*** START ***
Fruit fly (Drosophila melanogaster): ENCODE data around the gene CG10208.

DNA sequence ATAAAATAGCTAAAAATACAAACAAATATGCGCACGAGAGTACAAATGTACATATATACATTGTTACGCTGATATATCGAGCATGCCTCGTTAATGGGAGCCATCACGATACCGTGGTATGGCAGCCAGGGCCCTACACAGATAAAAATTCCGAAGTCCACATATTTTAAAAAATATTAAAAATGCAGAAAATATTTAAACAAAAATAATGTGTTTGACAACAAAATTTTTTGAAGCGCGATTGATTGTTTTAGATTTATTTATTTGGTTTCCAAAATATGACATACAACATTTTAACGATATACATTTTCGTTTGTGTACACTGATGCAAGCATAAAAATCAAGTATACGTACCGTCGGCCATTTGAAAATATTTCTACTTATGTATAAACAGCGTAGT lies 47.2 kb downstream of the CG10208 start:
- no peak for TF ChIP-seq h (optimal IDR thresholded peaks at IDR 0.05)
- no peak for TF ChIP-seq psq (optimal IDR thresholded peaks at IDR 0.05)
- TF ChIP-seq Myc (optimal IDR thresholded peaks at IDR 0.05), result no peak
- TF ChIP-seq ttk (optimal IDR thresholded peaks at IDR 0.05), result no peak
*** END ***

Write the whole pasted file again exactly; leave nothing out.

Fruit fly (Drosophila melanogaster): ENCODE data around the gene CG10208.

DNA sequence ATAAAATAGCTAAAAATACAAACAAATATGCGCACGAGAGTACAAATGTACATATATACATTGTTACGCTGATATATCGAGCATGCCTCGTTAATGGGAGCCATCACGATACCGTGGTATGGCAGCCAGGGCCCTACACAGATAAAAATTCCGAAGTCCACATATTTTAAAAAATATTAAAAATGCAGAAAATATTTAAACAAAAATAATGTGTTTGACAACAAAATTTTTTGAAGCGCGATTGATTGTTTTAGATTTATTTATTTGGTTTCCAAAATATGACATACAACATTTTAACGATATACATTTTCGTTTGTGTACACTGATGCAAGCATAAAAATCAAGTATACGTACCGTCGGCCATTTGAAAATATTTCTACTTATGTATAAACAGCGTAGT lies 47.2 kb downstream of the CG10208 start:
- no peak for TF ChIP-seq h (optimal IDR thresholded peaks at IDR 0.05)
- no peak for TF ChIP-seq psq (optimal IDR thresholded peaks at IDR 0.05)
- TF ChIP-seq Myc (optimal IDR thresholded peaks at IDR 0.05), result no peak
- TF ChIP-seq ttk (optimal IDR thresholded peaks at IDR 0.05), result no peak